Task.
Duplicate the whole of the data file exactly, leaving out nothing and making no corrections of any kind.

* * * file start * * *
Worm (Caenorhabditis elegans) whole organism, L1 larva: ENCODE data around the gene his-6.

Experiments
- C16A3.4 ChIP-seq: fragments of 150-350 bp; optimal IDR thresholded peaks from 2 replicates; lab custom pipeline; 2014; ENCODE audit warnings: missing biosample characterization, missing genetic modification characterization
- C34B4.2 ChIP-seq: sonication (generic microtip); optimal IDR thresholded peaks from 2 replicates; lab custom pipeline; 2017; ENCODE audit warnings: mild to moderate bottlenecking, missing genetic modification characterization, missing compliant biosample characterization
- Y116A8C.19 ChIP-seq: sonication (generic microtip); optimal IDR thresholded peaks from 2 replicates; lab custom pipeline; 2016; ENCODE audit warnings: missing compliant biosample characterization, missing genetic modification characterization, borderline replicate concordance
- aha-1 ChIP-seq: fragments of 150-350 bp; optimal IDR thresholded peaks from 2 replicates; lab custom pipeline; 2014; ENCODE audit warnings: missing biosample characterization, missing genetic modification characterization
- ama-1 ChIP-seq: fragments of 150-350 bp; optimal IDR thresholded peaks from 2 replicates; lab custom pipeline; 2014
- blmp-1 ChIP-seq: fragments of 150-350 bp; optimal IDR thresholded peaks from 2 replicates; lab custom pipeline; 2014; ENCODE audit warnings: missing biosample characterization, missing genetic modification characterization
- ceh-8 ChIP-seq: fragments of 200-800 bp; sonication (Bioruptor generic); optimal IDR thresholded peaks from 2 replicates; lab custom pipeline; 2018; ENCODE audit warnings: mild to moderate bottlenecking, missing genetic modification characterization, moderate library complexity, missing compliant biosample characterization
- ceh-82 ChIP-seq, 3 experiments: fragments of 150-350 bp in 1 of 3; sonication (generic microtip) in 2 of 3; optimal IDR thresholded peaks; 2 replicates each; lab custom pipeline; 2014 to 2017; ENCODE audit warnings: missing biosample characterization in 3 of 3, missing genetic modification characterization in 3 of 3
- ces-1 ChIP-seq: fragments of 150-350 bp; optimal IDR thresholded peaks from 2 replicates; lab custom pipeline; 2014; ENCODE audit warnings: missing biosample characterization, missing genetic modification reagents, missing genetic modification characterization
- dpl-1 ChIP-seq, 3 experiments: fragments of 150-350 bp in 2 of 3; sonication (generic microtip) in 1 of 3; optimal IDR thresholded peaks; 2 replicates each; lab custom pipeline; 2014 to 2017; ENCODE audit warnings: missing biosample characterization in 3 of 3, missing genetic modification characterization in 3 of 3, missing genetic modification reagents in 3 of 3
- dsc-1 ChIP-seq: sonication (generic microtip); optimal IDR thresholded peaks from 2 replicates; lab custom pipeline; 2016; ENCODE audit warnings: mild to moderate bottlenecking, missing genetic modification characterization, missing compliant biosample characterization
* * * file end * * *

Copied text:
Worm (Caenorhabditis elegans) whole organism, L1 larva: ENCODE data around the gene his-6.

Experiments
- C16A3.4 ChIP-seq: fragments of 150-350 bp; optimal IDR thresholded peaks from 2 replicates; lab custom pipeline; 2014; ENCODE audit warnings: missing biosample characterization, missing genetic modification characterization
- C34B4.2 ChIP-seq: sonication (generic microtip); optimal IDR thresholded peaks from 2 replicates; lab custom pipeline; 2017; ENCODE audit warnings: mild to moderate bottlenecking, missing genetic modification characterization, missing compliant biosample characterization
- Y116A8C.19 ChIP-seq: sonication (generic microtip); optimal IDR thresholded peaks from 2 replicates; lab custom pipeline; 2016; ENCODE audit warnings: missing compliant biosample characterization, missing genetic modification characterization, borderline replicate concordance
- aha-1 ChIP-seq: fragments of 150-350 bp; optimal IDR thresholded peaks from 2 replicates; lab custom pipeline; 2014; ENCODE audit warnings: missing biosample characterization, missing genetic modification characterization
- ama-1 ChIP-seq: fragments of 150-350 bp; optimal IDR thresholded peaks from 2 replicates; lab custom pipeline; 2014
- blmp-1 ChIP-seq: fragments of 150-350 bp; optimal IDR thresholded peaks from 2 replicates; lab custom pipeline; 2014; ENCODE audit warnings: missing biosample characterization, missing genetic modification characterization
- ceh-8 ChIP-seq: fragments of 200-800 bp; sonication (Bioruptor generic); optimal IDR thresholded peaks from 2 replicates; lab custom pipeline; 2018; ENCODE audit warnings: mild to moderate bottlenecking, missing genetic modification characterization, moderate library complexity, missing compliant biosample characterization
- ceh-82 ChIP-seq, 3 experiments: fragments of 150-350 bp in 1 of 3; sonication (generic microtip) in 2 of 3; optimal IDR thresholded peaks; 2 replicates each; lab custom pipeline; 2014 to 2017; ENCODE audit warnings: missing biosample characterization in 3 of 3, missing genetic modification characterization in 3 of 3
- ces-1 ChIP-seq: fragments of 150-350 bp; optimal IDR thresholded peaks from 2 replicates; lab custom pipeline; 2014; ENCODE audit warnings: missing biosample characterization, missing genetic modification reagents, missing genetic modification characterization
- dpl-1 ChIP-seq, 3 experiments: fragments of 150-350 bp in 2 of 3; sonication (generic microtip) in 1 of 3; optimal IDR thresholded peaks; 2 replicates each; lab custom pipeline; 2014 to 2017; ENCODE audit warnings: missing biosample characterization in 3 of 3, missing genetic modification characterization in 3 of 3, missing genetic modification reagents in 3 of 3
- dsc-1 ChIP-seq: sonication (generic microtip); optimal IDR thresholded peaks from 2 replicates; lab custom pipeline; 2016; ENCODE audit warnings: mild to moderate bottlenecking, missing genetic modification characterization, missing compliant biosample characterization